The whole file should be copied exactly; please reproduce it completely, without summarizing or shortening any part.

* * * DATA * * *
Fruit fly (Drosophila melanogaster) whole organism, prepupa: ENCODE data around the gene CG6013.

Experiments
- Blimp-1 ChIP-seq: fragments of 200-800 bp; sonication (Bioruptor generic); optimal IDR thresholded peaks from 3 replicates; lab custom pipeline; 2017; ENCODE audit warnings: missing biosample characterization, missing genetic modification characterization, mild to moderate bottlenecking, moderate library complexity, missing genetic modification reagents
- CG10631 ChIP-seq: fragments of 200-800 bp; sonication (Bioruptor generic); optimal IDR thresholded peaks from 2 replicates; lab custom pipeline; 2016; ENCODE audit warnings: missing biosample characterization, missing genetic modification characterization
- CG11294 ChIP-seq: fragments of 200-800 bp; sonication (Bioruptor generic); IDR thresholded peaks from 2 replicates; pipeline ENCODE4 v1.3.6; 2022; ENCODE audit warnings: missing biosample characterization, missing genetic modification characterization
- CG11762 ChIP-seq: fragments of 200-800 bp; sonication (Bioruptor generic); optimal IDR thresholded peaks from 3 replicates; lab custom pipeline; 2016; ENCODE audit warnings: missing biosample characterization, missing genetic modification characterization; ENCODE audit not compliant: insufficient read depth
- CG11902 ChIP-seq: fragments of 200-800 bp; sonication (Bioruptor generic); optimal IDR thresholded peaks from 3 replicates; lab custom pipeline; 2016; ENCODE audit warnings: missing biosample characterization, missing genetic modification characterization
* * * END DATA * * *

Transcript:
Fruit fly (Drosophila melanogaster) whole organism, prepupa: ENCODE data around the gene CG6013.

Experiments
- Blimp-1 ChIP-seq: fragments of 200-800 bp; sonication (Bioruptor generic); optimal IDR thresholded peaks from 3 replicates; lab custom pipeline; 2017; ENCODE audit warnings: missing biosample characterization, missing genetic modification characterization, mild to moderate bottlenecking, moderate library complexity, missing genetic modification reagents
- CG10631 ChIP-seq: fragments of 200-800 bp; sonication (Bioruptor generic); optimal IDR thresholded peaks from 2 replicates; lab custom pipeline; 2016; ENCODE audit warnings: missing biosample characterization, missing genetic modification characterization
- CG11294 ChIP-seq: fragments of 200-800 bp; sonication (Bioruptor generic); IDR thresholded peaks from 2 replicates; pipeline ENCODE4 v1.3.6; 2022; ENCODE audit warnings: missing biosample characterization, missing genetic modification characterization
- CG11762 ChIP-seq: fragments of 200-800 bp; sonication (Bioruptor generic); optimal IDR thresholded peaks from 3 replicates; lab custom pipeline; 2016; ENCODE audit warnings: missing biosample characterization, missing genetic modification characterization; ENCODE audit not compliant: insufficient read depth
- CG11902 ChIP-seq: fragments of 200-800 bp; sonication (Bioruptor generic); optimal IDR thresholded peaks from 3 replicates; lab custom pipeline; 2016; ENCODE audit warnings: missing biosample characterization, missing genetic modification characterization